I’m a human being….My life has value!

I’m mad as hell and I’m not going to take it anymore!



Remember this famous war cry in the 1975 movie, “Network”? That exasperated character, Howard Beale, could easily be the poster child for the Great Resignation of 2021.

The Harvard Business reported this: “According to the U.S. Bureau of Labor Statistics, 4 million Americans quit their jobs in July 2021. Resignations peaked in April and have remained abnormally high for the last several months, with a record-breaking 10.9 million open jobs at the end of July.”

Among other traumas and dramas ignited by COVID-19, this tumultuous revolution in the workforce may transform the face and character of Corporate America forever. 

The first salvo

According to  the Oxford Languages Dictionary, a salvo “is a simultaneous discharge of artillery or other guns in a battle….a sudden, vigorous, or aggressive act or series of acts.”

For women workers, their initial war cry was more like a long, anguished groan. They felt trapped between work demands—remote or on site—schools and day care facilities closing, and the sudden demand to oversee home-schooling. 

All of these additional pressures, along with everything else they were “naturally” expected to do became the straw that broke their backs and their hearts. And the first salvo was shot in 2020 when many of them left their jobs.

disagree1In February, 2021, CBSNEWS.COM reported that “Nearly 3 million American women have left the labor force over the past year in a coronavirus-induced exodus that reflects persistent pay inequality, undervalued work and antiquated notions of caregiving….Women, and women of color in particular, overwhelmingly occupy so-called essential jobs at nursing homes and grocery stores, for example, that require them to physically show up to work. Many are also parents with young children at home who need constant care and oversight.”

War-weary stories

Recently Buzzfeed.com revealed 23 reasons why people are quitting. Here’s one: “I was in isolation with a 3-year-old and also pregnant for much of 2020. I had my second son in October and went back to work March 2021. I also started school in April. I worked for my company for 18 years—15 in management—and they said they were no longer willing to work with my school schedule, after touting themselves as a company that works with students and is ‘family friendly….”

 disagree3And a remote worker who wants to keep it that way told CNN.COM  “We all know things are bad—worse than bad—they’re crazy….It’s like everything everywhere is going crazy, so we don’t go out any more. We sit in the house, and slowly the world we’re living in is getting smaller, and all we say is, ‘Please, at least leave us alone in our living rooms. Let me have my toaster and my TV and my steel-belted radials, and I won’t say anything. Just leave us alone.’”

The great awakening?

While the pandemic has cost American businesses billions, the human toll may be incalculable. On the lower rungs of the industrial and corporate money-making machines, workers have long been regarded as little more than cams, coils, and cogs. Perhaps the shock of the pandemic will awaken employers to the reality that these component parts are actually human beings. Is not treating them humanely really  worth it?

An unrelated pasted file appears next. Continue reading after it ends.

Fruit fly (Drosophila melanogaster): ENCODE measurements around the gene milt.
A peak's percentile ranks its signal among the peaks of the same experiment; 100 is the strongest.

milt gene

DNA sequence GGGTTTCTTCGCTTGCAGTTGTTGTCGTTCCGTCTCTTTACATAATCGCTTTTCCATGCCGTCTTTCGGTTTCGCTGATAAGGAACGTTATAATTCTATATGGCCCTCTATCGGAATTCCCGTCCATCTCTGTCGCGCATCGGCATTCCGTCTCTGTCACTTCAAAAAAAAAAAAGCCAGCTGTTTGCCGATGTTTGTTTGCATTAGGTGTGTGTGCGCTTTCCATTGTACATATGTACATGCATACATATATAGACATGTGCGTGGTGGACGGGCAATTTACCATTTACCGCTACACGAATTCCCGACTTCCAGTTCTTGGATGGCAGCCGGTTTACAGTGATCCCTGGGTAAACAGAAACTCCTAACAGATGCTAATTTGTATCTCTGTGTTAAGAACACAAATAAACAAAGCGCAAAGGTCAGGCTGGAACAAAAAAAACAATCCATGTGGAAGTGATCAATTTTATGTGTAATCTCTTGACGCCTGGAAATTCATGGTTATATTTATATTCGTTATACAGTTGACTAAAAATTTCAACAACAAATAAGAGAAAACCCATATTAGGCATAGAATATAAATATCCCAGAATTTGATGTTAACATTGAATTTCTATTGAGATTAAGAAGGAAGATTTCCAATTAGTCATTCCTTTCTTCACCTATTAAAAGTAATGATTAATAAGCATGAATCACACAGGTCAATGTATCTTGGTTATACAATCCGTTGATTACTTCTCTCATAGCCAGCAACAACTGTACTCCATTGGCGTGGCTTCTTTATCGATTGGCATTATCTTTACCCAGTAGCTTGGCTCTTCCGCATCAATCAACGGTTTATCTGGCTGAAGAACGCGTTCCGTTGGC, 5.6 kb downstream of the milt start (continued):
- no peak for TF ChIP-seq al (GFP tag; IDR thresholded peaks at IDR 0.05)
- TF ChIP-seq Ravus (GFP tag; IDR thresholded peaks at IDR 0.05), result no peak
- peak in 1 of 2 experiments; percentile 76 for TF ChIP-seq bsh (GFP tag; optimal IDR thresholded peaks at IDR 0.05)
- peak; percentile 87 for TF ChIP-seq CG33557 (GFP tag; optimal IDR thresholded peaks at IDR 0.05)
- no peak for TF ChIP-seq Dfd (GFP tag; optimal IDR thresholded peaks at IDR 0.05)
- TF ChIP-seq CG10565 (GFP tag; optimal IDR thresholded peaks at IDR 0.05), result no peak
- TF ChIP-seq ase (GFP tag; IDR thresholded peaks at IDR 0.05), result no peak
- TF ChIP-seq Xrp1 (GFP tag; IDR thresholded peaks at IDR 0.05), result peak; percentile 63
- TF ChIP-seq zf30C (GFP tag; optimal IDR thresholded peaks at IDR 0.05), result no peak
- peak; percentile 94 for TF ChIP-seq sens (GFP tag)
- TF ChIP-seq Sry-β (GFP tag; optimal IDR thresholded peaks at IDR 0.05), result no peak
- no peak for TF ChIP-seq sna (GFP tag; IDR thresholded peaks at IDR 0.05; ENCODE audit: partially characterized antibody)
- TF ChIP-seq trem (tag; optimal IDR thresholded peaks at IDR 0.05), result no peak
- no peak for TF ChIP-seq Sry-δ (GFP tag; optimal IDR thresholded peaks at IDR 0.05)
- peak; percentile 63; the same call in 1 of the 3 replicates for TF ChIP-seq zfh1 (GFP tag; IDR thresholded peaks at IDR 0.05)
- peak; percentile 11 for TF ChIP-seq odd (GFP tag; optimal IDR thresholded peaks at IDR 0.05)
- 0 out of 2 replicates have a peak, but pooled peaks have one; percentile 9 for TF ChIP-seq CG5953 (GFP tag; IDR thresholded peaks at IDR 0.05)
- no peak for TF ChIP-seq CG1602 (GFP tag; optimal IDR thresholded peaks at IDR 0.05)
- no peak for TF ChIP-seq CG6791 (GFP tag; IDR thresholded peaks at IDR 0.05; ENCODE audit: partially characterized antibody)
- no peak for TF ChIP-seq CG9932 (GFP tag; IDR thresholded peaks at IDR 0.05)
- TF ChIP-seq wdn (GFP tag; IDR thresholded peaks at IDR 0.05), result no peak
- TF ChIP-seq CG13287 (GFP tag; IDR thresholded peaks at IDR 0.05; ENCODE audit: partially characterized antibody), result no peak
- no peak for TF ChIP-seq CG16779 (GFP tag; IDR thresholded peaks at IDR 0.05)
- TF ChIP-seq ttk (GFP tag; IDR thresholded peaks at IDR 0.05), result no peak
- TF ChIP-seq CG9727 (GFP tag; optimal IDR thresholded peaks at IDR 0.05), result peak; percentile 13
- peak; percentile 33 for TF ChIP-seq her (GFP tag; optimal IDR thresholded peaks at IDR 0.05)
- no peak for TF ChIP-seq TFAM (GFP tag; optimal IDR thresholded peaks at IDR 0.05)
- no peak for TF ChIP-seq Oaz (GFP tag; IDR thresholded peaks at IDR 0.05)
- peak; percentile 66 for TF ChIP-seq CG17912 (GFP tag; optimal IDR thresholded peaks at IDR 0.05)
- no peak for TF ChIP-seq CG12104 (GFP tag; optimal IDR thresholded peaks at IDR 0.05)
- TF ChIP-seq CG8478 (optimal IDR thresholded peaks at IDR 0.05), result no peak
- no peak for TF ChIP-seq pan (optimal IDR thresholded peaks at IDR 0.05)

What’s great about the great resignation?

As dark and oppressive as these last months have been, they’ve also shed light on a golden opportunity. Companies large and small can recast themselves, breaking the traditional mold and starting fresh. Of course, everybody knows that money still matters, but perhaps it shouldn’t matter more than the people who help make it—not any more. 

disagree4Today, what matters to employees has to matter to their employers. And what matters most to workers is that they feel valued and respected.  They don’t want to be coddled; they just want to be treated with courtesy and consideration.

Millions of American workers voted with their feet as they left their jobs in search of more rewarding employment for more supportive bosses. Leaders who facilitate professional growth; who respond to both questions and suggestions after earnest consideration. Many believe that in cases of personal or medical emergencies, accommodating the individual needs of an employee should be the compassionate rule, not the grudging exception. These seekers want to follow leaders who actually live the core values they espouse at staff meetings. 

 The great resignation and the great reset

Research by  McKinsey.com revealed, “…that employees crave investment in the human aspects of work. Employees are tired, and many are grieving. They want a renewed and revised sense of purpose in their work. They want social and interpersonal connections with their colleagues and managers. They want to feel a sense of shared identity. Yes, they want pay, benefits, and perks, but more than that they want to feel valued by their organizations and managers.” 

Are you ready to reset, to regroup, to refresh? 

It’s a monumental challenge if you try to do it alone. Fortunately, you don’t have to. Leading through change especially through tumultuous change is  one of Magnovo’s super powers. We’re here and we’re ready if you are.